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UPDATE 5-Brent falls, U.S. oil hits 4-month low on high supplies

Anna Louie Sussman
Tuesday, 5 Nov 2013 | 11:54 AM ET

* Forecasts for US crude stocks to gain 1.8 mln bbls

* U.S. GDP data eyed for clues on Fed's stimulus plans

* New Libya unrest, Egypt tensions support oil prices

(Updates prices; changes byline and dateline, previous LONDON)

NEW YORK, Nov 5 (Reuters) - Brent crude oil fell on Tuesday after hitting a four-month low the previous session, while U.S. crude futures notched a fresh four-month low on expectations of a seventh straight build in domestic supplies.

Rising U.S. oil stocks have kept prices under pressure in recent weeks and are expected to show a new weekly increase of around 1.8 million barrels, according to a Reuters poll ahead of reports from industry group the American Petroleum Institute (API) and the Energy Information Administration (EIA).

Stocks at Cushing, Oklahoma, the delivery point for U.S. benchmark futures, rose by more than 2 million barrels, the largest build since December 2012, in the week ending Oct. 25.

A Tuesday report from the Institute for Supply Management (ISM) showed U.S. service-sector business activity picked up in October and firms took on workers despite a partial government shutdown. The report renewed speculation over when the Federal Reserve might begin to taper its current stimulus program.

"I think the ISM number would suggest more tapering from the Fed," said Phil Flynn, an analyst at the Price Futures Group in Chicago, Illinois.

"Do you really want to be long oil as you're facing potential record supplies, uncertain demand and a higher dollar?"

Brent crude fell 48 cents to $105.75 a barrel by 11:24 a.m. EST (1624 GMT) after hitting a four-month low of $105.13 overnight. U.S. oil fell $1.01 to $93.61 a barrel, after posting a fresh four-month low of $93.45.

Investors are looking for important data from the U.S. later this week, including gross domestic product (GDP) and payrolls numbers, to offer a clearer view of the outlook for demand in the world's biggest oil consumer.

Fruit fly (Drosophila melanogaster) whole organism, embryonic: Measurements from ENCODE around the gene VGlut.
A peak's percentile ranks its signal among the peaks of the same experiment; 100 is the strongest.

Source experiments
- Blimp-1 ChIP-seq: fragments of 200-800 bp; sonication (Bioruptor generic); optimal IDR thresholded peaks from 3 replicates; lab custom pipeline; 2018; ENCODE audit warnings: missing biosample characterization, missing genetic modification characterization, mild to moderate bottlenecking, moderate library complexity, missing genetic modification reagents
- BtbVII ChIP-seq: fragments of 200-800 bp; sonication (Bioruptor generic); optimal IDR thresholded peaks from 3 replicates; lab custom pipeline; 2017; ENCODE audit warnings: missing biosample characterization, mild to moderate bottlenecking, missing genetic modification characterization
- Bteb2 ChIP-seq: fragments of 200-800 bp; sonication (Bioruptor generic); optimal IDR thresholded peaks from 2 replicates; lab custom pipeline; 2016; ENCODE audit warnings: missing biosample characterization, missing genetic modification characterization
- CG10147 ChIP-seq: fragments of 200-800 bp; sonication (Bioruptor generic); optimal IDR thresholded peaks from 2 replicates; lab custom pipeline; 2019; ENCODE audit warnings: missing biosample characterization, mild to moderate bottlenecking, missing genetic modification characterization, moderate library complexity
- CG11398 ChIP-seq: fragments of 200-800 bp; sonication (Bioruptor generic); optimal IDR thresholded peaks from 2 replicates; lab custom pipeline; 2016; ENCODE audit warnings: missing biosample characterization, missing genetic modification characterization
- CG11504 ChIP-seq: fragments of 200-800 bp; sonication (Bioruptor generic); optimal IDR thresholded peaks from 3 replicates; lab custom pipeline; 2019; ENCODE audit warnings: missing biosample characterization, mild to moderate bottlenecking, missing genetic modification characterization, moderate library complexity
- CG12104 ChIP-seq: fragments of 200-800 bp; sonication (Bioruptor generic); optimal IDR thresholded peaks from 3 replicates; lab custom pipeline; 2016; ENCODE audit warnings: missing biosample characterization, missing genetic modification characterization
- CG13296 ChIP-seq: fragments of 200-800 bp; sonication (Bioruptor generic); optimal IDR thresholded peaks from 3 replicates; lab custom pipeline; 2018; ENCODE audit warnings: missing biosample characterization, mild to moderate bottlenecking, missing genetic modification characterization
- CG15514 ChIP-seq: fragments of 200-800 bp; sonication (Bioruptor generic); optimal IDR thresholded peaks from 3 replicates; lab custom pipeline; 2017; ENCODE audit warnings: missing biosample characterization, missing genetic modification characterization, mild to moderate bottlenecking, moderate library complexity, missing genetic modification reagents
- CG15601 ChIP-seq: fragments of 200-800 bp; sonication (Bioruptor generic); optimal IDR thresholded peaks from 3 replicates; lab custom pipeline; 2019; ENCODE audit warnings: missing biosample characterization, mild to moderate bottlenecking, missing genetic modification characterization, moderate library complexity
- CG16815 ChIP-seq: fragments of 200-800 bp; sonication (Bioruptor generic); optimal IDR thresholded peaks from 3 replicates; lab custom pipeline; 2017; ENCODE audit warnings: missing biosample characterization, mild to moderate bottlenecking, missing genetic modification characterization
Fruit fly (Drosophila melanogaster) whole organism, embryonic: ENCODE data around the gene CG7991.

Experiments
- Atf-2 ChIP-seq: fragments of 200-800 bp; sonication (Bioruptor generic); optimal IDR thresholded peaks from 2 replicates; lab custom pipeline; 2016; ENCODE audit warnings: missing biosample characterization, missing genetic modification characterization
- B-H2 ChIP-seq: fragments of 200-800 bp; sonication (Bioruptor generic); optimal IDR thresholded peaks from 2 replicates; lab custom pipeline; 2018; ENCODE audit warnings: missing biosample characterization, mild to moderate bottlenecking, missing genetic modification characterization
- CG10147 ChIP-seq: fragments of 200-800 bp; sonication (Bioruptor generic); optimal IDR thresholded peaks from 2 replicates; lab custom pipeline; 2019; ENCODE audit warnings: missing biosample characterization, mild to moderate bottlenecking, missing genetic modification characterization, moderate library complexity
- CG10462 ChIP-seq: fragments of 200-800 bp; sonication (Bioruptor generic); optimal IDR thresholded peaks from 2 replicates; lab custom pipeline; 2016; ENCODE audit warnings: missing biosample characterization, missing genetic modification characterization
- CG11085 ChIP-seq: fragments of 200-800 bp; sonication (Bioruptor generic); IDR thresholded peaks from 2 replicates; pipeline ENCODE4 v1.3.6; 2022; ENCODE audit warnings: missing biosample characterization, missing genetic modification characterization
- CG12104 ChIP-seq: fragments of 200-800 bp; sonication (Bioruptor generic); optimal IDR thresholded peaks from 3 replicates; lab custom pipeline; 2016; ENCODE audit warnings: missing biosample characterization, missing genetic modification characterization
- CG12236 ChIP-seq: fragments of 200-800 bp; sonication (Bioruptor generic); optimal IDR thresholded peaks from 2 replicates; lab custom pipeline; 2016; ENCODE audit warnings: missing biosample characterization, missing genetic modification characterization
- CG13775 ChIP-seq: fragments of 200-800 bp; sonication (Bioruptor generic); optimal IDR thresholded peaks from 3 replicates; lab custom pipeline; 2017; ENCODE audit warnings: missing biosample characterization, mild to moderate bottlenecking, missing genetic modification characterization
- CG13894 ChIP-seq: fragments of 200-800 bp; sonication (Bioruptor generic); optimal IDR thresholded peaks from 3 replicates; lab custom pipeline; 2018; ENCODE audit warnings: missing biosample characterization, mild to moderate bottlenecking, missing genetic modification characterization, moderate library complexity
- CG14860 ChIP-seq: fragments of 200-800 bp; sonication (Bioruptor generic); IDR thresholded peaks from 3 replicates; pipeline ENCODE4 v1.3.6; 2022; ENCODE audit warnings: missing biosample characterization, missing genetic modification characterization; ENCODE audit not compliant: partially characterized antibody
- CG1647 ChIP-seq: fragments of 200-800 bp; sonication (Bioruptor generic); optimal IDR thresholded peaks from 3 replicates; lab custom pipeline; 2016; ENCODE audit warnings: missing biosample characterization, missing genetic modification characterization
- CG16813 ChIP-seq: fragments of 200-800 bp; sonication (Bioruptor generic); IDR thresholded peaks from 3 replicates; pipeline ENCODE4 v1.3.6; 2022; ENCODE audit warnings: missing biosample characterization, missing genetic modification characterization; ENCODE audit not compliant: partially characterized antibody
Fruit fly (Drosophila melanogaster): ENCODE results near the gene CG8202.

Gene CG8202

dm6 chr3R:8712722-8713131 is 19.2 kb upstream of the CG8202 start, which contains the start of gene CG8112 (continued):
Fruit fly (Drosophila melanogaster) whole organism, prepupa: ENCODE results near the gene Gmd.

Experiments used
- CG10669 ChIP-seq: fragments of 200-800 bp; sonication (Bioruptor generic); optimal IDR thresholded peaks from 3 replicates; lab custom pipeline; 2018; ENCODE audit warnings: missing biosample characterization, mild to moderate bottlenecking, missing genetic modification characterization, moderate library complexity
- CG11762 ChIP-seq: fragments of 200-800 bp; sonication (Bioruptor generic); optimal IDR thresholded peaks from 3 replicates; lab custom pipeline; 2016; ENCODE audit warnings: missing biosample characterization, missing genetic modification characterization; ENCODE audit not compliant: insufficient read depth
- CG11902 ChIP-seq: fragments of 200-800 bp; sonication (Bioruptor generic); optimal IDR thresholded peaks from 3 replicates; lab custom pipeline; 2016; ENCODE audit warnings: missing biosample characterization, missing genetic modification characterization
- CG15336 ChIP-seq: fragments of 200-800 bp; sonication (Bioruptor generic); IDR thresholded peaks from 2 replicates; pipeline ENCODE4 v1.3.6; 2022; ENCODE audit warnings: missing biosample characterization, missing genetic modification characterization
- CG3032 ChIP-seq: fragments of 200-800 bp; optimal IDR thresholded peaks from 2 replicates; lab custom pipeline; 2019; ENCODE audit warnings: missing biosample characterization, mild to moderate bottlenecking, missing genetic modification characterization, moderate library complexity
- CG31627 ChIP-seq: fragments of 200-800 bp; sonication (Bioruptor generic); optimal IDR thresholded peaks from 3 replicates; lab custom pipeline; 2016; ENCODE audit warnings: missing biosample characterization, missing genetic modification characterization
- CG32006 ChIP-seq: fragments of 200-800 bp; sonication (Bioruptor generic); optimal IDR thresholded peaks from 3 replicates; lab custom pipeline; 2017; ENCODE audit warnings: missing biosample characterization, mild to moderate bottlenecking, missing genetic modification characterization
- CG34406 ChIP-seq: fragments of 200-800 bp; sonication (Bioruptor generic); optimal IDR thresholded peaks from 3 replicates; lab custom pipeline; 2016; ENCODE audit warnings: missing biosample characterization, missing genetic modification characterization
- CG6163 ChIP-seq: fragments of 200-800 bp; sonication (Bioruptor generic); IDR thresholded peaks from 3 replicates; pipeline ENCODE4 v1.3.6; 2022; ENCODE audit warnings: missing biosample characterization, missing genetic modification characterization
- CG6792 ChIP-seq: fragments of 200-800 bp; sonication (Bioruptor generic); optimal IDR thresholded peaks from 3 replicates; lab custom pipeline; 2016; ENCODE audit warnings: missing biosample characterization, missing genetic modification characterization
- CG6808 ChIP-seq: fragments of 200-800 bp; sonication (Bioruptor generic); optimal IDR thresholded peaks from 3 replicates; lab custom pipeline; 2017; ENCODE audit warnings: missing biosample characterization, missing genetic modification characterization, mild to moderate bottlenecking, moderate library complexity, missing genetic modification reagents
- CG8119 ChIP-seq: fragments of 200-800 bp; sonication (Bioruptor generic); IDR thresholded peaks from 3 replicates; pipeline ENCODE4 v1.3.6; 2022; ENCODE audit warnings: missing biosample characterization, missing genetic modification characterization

The data could also give clues on when the Fed may start to roll back its monetary stimulus, which would reduce the supply of dollars and make dollar-denominated assets such as oil more expensive for holders of other currencies.

Comments by top Fed officials overnight suggested that a cut-back in the stimulus was not imminent.

MIDEAST TENSION

Renewed tensions in Libya and Egypt offered some support to prices.

Heavy shooting erupted early on Tuesday in Tripoli, the latest unrest in the OPEC producer that highlights the government's inability to control militia groups.

"The shoot-out in Tripoli shows that Libya remains far from secure, but the market remains more focused on the possibility of a recovery in Libyan output than the ongoing unrest, with the failure to rally on bullish news reinforcing the current bearish sentiment," Citi Futures energy analyst Timothy Evans wrote in a research note.

Recent protests and strikes at ports and oilfields had already knocked Libyan crude production down to some 10 percent of its capacity of 1.25 million barrels a day.

"Libya will be up and down and will average 500,000 to 700,000 barrels per day for the next few months," Global Insight analyst Simon Wardell said.

The government has been trying to reopen eastern oil ports and fields blocked since summer by militias and tribes demanding a greater share of power and oil wealth.

Tensions in Egypt, where ousted president Mohamed Mursi went on trial and could face a death sentence, also supported oil.

(Additional reporting by Ron Bousso and Manash Goswami; Editing by Jane Baird, Keiron Henderson and Chris Reese)